Kitchen LTO was one of the more intriguing concepts to emerge from the North Texas dining scene in recent years.
Launched in 2013, it was a so-called permanent pop-up in which the location remained the same — west Dallas’ busy, buzzy Trinity Groves development — but the chef, menu and decor rotated every four to six months. But that experiment came to an end this year with the announcement that owner Casie Caldwell and then-LTO chef Josh Harmon would be shutting down the pop-up in favor of a new place with a single vision. So was born Junction Craft Kitchen in Deep Ellum, which opened in May.
(Harmon has an extensive Tarrant background: He worked at Grace in downtown Fort Worth and at the too-short-lived Milk & Honey Co. in Keller; and created the seasonal French menu at Main Street Bistro & Bakery in Grapevine. He got his start in the food industry at Chef Point Cafe in Watauga.)
The location is perfect, right on the corner of Elm Street and Malcolm X. Boulevard in the middle of a resurgent Deep Ellum. There’s even a parking lot next door, a definite plus in an area where street parking can be hard to find. The drawback is that it costs $5.
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The interior of the storefront space is clean and simple, with colorful modern art lining the walls, and the service is friendly and efficient, helping to keep the atmosphere casual. The menu is a blend of the American South and Asia, the flavors of which are two of Harmon’s passions. This is a place that offers both a family-style serving of miso pork belly ($44) and hot chicken ($15) and this bi-continental approach continues through many of the choices.
We started with two appetizers: the duck-fat fried pecans ($4), which were absolutely habit-forming and too few, and the deviled eggs ($6), billed as Josh Harmon’s daily creation so they’re going to vary from day to day. On a first visit, the eggs were underwhelming. On a second visit, the deviled egg with feta cheese and olive made up for it.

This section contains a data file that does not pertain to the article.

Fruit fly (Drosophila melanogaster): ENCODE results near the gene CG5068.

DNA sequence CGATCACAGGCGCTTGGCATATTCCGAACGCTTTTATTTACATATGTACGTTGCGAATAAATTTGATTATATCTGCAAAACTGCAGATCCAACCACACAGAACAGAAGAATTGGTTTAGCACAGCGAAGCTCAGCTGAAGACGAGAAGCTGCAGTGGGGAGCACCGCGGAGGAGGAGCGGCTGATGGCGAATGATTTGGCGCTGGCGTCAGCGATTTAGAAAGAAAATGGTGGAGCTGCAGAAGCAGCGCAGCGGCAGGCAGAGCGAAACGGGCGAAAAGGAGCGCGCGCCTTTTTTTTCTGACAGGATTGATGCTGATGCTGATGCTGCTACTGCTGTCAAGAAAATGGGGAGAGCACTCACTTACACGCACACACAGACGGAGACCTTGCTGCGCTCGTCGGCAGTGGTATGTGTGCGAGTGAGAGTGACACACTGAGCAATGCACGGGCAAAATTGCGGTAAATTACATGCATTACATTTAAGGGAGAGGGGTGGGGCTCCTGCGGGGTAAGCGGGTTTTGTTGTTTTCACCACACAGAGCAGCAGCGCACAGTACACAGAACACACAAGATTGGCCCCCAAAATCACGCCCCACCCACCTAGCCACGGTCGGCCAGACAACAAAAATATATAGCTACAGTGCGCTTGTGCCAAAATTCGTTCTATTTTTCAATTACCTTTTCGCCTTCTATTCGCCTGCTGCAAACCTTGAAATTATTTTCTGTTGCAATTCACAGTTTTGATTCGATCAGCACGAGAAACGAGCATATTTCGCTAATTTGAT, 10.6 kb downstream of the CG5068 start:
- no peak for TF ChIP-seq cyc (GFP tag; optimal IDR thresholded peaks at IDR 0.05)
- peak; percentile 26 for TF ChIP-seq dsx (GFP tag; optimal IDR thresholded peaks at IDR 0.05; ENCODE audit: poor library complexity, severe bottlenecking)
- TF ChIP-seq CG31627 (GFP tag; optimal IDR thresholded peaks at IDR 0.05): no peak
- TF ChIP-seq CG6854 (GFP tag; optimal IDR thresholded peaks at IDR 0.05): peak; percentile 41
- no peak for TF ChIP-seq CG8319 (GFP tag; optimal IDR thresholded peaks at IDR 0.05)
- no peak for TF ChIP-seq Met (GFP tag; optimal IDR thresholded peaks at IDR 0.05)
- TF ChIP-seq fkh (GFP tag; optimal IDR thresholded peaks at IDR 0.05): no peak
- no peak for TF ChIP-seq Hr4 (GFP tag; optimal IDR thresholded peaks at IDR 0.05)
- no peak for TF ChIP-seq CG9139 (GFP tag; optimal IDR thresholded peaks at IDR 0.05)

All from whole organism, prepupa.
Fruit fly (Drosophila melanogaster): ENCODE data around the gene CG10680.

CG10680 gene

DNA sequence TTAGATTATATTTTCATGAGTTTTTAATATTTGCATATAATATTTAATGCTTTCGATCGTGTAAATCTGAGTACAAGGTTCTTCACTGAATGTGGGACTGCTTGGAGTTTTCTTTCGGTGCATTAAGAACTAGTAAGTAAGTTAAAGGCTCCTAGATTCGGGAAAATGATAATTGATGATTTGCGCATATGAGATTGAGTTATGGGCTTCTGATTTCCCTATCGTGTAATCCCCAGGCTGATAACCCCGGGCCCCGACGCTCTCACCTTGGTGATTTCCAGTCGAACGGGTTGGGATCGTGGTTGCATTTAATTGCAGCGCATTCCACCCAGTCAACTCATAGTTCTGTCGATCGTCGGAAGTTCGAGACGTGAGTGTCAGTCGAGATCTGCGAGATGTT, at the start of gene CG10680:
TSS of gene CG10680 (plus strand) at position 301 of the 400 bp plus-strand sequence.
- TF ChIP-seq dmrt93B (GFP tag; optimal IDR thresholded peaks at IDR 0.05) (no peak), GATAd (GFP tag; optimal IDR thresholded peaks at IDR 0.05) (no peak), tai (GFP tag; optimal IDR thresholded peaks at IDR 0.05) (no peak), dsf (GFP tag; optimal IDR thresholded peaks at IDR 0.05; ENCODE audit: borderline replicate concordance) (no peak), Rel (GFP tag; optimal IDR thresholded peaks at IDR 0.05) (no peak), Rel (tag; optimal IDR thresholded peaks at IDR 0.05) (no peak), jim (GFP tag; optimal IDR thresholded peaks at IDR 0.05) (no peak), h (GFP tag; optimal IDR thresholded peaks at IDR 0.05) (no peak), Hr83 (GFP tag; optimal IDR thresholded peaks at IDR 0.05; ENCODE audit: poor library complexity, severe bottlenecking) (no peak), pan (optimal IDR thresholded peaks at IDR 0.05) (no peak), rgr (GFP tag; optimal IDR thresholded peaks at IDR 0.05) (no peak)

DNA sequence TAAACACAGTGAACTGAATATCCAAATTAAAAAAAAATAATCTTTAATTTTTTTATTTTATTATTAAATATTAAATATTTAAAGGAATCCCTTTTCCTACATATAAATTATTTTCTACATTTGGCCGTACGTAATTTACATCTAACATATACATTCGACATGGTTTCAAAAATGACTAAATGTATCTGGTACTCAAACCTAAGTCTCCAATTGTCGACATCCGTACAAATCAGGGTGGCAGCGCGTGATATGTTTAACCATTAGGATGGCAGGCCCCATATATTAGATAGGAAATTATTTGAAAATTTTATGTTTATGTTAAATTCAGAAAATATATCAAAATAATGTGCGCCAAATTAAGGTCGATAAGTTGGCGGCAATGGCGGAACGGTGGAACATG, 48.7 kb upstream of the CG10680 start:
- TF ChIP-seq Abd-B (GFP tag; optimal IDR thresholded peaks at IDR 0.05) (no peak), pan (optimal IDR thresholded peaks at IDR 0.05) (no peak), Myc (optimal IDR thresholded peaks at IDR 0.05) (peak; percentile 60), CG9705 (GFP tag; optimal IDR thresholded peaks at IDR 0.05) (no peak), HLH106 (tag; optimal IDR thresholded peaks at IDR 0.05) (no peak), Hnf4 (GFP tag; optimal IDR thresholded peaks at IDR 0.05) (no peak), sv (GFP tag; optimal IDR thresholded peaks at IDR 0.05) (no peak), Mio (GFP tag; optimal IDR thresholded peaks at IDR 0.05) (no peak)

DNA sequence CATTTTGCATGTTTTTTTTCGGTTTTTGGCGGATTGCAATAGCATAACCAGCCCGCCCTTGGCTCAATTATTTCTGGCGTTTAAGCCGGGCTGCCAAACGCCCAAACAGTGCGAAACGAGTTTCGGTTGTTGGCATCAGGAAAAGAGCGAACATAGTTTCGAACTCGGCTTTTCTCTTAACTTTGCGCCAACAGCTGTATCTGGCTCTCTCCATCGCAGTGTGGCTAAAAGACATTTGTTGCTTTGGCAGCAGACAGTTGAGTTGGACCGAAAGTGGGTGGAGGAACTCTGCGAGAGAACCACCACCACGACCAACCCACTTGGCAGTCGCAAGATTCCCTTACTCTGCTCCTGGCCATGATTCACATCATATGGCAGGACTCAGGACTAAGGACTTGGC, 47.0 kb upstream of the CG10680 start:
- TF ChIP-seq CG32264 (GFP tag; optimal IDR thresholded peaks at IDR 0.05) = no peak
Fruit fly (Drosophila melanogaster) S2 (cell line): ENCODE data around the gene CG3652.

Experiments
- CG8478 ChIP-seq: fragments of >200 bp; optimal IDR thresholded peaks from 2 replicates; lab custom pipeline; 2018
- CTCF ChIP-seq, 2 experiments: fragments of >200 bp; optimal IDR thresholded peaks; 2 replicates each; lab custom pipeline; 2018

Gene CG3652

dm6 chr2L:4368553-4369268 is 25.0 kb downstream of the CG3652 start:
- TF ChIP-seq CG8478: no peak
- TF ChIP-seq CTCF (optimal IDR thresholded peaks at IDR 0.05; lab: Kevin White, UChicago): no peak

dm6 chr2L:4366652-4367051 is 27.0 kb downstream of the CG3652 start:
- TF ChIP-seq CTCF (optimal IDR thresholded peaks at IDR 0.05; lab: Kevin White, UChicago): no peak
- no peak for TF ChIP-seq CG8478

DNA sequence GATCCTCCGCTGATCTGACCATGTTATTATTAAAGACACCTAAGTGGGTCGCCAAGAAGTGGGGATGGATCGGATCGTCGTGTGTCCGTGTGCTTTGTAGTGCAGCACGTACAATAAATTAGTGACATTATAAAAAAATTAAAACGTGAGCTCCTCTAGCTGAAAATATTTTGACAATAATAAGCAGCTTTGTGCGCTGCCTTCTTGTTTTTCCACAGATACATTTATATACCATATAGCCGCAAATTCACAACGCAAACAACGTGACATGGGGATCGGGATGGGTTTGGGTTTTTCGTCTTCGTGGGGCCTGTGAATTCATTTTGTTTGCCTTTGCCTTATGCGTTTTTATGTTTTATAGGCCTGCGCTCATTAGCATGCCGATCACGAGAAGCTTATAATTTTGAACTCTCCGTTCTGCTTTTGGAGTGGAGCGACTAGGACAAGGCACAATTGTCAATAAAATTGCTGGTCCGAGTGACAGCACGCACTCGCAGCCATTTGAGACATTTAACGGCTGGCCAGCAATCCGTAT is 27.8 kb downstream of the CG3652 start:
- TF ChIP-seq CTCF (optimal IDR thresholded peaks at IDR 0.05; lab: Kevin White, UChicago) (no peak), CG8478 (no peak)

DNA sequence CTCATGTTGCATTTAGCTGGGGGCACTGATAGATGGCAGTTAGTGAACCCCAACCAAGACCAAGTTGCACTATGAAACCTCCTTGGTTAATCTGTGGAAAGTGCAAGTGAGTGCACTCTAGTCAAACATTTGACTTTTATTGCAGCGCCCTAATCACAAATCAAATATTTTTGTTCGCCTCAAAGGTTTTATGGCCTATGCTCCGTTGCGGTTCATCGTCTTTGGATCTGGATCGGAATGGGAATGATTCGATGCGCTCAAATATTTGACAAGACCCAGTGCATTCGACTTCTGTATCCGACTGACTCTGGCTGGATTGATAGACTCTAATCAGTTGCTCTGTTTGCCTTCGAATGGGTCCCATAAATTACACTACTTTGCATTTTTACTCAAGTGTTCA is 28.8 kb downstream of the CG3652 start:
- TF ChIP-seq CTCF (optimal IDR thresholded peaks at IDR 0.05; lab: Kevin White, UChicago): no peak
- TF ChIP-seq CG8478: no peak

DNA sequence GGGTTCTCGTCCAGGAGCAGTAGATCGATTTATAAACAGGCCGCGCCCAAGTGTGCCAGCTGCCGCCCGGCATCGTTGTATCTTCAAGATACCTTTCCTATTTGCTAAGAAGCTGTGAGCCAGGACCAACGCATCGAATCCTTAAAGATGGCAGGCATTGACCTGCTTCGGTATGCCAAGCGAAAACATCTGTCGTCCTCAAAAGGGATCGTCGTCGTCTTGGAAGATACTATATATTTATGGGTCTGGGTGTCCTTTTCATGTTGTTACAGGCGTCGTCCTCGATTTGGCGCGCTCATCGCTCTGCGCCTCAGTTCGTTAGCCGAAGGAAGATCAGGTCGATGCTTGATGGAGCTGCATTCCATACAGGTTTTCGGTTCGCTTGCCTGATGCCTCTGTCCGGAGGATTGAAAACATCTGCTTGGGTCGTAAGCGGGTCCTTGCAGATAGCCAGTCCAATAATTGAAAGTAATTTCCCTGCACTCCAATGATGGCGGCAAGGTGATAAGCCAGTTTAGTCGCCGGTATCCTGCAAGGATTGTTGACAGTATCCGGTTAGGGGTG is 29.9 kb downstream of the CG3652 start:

The ember-roasted squash, with charred onion, sour greens, buttermilk, garlic, and bread crumbs ($10), possesses an earthy quality but it’s outdone by the Bussels sprouts in a fish-sauce caramel with pickled pecan, burnt lime mayo and bonito ($10) and especially the rapini slaw ($9), a mix of dried cherry, French curry, oats and tofu that blended sweet and savory with just a little bit of heat.
For the large plates, the shrimp and grits — featuring very large shrimp with tomato, dandelion, okra and a poached egg ($22) — was like a trip to Mom’s house, if Mom lived in the South and had gone to culinary school, though Mom might give you a bigger serving.
The Texas Akaushi Smash Burger ($14), with house-made American cheese, onion, garlic mayo and pickle, served on brioche with a side of house-made potato chips, had a nice tang to it, but it was too much, as the toppings overwhelmed the flavor of the meat. Similarly, the gnocchi, filled with smoked mushrooms, miso, egg yolk, and dehydrated peas ($20), sounded better than it turned out to be.
For dessert, the homemade pies change daily and you’re better off going with one of them — like the lemon chess pie ($9) — rather than the lackluster five-flavor crumble cake ($12).
Overall, Junction Craft Kitchen may not be the absolute best of all the new hot spots popping up across central Dallas these days, but it’s a worthy addition to a neighborhood in the midst of rediscovery.